For those of you who might be a little "young" in the search engine optimization space, let me first provide a little history before I get to the meat of today's column…
Back in 2000, there were about five search engines that were competing to be one of the "final three" that many felt would stand the test of time. Those search engines (portals) in the running included AOL, Yahoo, Microsoft, Excite, and Lycos. I want to thank Michael Pastore for writing this back in February 2000 on ClickZ. Notice the absence of Google on Michael's list?
So, what happened?
Google came along with a better algorithm. It didn't advertise. No Super Bowl commercials, which were ever-so-present from the "dot com" days. Google simply made a better widget, a bunch of geeks noticed, and the next thing you know, it rules.
For years now, Google has owned our (search) universe. I think it's safe to say that most search engine optimizers will focus their efforts on Google optimization, and then – a distant second – get interested with what may be occurring on Bing/Yahoo.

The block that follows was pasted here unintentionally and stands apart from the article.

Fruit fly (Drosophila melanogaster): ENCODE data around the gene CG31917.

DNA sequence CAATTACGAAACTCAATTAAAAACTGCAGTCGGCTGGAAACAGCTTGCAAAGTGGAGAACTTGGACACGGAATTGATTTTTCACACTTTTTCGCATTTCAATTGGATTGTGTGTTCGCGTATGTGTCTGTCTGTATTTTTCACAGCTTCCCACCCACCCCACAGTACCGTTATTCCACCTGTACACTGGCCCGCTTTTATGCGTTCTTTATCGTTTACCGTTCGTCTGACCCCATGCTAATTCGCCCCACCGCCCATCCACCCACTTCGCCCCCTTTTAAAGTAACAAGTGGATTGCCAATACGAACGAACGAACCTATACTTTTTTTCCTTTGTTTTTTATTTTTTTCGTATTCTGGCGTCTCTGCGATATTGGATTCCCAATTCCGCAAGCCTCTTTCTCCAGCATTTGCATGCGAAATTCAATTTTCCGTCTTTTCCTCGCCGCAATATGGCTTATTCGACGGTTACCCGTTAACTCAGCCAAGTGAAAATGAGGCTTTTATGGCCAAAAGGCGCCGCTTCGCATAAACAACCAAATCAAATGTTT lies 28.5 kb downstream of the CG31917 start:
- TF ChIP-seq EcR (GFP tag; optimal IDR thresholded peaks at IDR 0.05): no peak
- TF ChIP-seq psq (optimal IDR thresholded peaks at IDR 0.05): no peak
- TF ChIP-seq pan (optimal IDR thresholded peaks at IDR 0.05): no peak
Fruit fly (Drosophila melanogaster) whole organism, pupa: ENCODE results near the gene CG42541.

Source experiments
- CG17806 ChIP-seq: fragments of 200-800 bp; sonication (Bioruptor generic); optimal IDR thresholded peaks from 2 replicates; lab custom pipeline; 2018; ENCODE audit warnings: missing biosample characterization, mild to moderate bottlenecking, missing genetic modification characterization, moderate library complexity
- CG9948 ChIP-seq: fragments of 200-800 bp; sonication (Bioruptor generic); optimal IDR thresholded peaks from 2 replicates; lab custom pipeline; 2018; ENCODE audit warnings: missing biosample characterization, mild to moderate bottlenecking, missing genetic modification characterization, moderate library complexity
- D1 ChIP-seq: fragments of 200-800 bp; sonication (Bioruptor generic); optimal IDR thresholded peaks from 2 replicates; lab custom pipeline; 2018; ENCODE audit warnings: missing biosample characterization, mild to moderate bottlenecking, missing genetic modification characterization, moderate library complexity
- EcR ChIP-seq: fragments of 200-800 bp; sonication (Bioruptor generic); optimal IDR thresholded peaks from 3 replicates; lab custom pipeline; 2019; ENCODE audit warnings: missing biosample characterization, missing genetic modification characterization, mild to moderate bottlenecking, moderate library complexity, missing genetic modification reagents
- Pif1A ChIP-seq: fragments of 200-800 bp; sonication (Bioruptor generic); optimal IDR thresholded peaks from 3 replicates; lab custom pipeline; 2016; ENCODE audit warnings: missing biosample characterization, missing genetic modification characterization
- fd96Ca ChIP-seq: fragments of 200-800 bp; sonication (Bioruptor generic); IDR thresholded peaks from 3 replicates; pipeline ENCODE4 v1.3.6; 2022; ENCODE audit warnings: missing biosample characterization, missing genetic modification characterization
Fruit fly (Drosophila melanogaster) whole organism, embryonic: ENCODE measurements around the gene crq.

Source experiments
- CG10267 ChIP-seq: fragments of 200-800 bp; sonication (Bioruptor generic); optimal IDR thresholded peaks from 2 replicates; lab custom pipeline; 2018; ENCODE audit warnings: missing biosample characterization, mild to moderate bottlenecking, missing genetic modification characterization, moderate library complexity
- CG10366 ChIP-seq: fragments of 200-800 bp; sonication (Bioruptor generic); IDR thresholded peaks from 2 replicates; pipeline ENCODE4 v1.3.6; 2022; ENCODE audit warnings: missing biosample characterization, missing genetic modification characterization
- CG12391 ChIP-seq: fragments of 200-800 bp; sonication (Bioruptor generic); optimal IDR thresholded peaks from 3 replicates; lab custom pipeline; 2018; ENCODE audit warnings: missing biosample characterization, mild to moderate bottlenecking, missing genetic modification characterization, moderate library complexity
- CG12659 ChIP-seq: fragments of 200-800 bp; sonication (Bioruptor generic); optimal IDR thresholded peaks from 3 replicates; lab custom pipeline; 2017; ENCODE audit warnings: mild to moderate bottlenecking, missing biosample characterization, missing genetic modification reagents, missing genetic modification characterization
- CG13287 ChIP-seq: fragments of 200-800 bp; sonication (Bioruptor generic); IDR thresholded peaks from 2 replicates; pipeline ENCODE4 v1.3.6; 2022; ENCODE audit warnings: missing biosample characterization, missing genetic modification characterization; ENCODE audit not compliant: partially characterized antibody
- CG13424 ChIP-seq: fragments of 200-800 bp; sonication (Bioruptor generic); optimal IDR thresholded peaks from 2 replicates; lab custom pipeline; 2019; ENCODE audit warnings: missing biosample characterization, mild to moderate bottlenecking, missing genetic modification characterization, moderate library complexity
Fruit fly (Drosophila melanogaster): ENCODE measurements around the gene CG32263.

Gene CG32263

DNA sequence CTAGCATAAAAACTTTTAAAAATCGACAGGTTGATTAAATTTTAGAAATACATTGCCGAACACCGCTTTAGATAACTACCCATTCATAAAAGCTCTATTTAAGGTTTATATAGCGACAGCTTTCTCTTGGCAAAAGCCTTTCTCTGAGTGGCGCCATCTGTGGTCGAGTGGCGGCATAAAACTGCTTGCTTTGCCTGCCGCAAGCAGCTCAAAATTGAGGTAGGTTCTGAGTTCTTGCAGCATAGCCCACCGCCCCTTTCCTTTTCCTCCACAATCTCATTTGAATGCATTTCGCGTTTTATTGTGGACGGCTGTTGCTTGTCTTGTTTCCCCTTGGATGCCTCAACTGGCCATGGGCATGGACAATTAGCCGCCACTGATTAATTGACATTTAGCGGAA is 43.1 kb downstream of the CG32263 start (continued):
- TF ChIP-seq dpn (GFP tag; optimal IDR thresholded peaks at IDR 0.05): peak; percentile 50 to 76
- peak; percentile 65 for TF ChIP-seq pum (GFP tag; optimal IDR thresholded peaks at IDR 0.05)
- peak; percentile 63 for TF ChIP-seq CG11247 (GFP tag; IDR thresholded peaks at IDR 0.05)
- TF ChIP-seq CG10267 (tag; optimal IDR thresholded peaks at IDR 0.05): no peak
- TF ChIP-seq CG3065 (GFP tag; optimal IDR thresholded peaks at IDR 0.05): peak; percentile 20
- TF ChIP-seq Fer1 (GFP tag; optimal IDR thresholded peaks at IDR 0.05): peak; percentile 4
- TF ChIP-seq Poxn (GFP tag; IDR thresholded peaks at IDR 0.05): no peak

We also know that Google has placed a great value on the links that are pointing to your website. Not just the sheer number, but also the value/relevance of the page linking to you (you want links on pages which are relevant to your topic/company/products and services).
Since Google places such a high value on links, link buying of course became a big deal. For those of you who don't already know this, link buying is expressly against Google's Webmaster Guidelines.
So, when discussions started heating up about how "'Likes' are the new links," you had to know that someone was going to jump on that bandwagon. And, of course, you can also pay for someone to retweet (RT). I give credit to Bruce Clay for coining this phrase, by the way. Check out Bruce's interview with WebProNews on the topic. Bruce mentions that he feels that within six months to one year from now, these signals could become a major part of the search engines' algorithms.
Google has historically done an OK job with filtering many of the paid links that are out there, but what will it make of the social spamming that's occurring?